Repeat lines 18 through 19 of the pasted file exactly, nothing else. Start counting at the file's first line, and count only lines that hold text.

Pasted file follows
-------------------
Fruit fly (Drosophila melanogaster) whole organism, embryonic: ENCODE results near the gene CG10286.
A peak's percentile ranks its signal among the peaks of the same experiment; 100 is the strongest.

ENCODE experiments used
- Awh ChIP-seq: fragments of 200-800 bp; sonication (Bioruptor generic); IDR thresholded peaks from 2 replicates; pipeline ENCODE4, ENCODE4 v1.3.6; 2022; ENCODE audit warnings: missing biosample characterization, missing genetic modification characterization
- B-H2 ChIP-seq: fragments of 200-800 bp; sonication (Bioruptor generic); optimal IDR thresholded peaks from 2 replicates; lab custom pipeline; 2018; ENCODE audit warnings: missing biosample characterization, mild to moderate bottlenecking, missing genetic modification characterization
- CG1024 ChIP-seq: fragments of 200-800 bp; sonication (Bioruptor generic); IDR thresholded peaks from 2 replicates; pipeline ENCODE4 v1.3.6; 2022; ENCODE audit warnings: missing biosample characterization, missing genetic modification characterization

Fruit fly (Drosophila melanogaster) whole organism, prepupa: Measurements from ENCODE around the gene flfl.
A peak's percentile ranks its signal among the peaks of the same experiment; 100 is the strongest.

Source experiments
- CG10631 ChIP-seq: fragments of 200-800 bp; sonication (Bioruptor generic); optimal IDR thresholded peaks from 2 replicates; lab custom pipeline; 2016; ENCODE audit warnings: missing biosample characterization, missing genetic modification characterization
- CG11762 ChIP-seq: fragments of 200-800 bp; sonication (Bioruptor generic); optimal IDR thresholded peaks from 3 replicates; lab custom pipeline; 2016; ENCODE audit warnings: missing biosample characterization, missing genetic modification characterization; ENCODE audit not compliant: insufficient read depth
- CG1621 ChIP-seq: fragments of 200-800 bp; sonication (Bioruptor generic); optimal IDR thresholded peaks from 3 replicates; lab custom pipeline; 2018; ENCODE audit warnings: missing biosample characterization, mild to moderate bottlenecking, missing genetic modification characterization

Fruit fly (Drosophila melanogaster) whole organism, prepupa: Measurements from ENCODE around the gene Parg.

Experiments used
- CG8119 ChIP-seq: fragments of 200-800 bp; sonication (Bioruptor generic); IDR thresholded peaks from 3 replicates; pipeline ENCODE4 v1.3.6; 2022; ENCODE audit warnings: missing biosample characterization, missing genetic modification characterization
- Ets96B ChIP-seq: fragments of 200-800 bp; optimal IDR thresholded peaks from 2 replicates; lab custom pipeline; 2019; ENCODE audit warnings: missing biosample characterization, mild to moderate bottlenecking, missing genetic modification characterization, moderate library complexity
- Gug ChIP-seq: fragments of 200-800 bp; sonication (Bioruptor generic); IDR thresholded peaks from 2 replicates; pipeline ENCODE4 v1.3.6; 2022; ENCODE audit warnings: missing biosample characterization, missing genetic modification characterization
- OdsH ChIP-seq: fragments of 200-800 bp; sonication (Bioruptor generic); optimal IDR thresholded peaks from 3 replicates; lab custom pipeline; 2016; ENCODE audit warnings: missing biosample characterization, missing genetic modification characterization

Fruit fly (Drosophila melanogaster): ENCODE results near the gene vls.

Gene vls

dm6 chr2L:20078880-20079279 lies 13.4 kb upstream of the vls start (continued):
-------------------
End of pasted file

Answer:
- OdsH ChIP-seq: fragments of 200-800 bp; sonication (Bioruptor generic); optimal IDR thresholded peaks from 3 replicates; lab custom pipeline; 2016; ENCODE audit warnings: missing biosample characterization, missing genetic modification characterization

Fruit fly (Drosophila melanogaster): ENCODE results near the gene vls.